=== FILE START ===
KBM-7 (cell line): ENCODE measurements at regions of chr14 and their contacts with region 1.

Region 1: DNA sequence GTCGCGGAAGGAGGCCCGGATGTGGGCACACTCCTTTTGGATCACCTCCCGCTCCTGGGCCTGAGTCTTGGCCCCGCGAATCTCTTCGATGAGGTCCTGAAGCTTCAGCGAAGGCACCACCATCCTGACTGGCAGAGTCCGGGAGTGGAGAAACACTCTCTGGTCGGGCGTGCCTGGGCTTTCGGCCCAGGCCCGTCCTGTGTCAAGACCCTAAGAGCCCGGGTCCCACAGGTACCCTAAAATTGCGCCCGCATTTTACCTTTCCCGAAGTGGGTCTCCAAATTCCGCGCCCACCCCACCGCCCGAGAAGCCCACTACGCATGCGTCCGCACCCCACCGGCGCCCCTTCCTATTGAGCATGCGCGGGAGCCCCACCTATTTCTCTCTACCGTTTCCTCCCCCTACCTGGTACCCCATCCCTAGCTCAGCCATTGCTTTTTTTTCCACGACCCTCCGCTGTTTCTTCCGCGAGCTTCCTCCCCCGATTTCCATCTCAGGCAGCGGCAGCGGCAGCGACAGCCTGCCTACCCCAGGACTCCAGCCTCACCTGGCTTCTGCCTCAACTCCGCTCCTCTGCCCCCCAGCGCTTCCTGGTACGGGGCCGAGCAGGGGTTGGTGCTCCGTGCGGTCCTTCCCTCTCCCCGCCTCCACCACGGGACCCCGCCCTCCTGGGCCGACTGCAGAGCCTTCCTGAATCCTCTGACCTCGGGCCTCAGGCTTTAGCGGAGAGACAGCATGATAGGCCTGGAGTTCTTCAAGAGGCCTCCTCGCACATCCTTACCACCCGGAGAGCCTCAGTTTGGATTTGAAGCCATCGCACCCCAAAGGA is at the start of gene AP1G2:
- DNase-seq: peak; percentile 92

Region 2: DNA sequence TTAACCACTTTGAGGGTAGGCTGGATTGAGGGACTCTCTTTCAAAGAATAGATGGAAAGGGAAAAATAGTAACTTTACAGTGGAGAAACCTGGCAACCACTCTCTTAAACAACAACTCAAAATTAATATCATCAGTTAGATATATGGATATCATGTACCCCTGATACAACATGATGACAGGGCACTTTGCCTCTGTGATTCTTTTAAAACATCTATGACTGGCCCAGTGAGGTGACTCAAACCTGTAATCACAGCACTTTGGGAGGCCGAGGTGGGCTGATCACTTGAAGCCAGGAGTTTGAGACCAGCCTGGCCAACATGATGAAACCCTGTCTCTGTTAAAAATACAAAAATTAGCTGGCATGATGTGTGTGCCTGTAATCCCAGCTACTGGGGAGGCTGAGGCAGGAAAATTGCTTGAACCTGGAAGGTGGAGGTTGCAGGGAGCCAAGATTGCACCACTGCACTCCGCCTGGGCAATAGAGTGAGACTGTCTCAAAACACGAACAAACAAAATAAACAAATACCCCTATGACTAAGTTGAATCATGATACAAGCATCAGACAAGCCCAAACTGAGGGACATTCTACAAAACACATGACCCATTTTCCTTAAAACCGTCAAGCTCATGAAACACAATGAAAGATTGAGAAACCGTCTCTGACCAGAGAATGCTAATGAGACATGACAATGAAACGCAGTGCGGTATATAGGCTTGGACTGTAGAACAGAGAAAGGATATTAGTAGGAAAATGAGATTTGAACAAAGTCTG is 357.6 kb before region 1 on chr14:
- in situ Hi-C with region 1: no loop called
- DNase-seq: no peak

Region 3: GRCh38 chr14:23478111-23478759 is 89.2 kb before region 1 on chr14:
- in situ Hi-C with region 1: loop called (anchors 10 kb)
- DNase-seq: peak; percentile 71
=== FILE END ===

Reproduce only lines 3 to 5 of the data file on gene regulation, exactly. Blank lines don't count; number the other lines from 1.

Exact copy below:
- DNase-seq: peak; percentile 92

Region 2: DNA sequence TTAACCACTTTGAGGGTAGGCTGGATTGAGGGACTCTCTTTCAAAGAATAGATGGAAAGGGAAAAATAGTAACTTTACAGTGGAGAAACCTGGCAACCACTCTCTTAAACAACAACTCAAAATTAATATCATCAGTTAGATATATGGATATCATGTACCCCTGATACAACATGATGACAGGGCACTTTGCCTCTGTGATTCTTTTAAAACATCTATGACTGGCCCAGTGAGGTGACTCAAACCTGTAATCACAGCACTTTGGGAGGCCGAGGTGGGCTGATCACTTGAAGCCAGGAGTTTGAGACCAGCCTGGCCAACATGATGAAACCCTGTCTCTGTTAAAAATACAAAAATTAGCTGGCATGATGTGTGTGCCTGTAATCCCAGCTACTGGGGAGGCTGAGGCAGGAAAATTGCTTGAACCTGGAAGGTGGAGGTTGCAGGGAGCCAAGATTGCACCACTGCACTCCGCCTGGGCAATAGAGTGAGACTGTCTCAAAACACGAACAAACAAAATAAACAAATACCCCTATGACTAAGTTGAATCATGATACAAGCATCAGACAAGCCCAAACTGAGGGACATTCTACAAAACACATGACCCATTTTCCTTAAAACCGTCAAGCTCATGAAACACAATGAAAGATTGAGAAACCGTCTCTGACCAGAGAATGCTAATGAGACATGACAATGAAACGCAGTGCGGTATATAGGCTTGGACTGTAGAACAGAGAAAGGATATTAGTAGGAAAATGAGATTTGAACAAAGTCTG is 357.6 kb before region 1 on chr14:
- in situ Hi-C with region 1: no loop called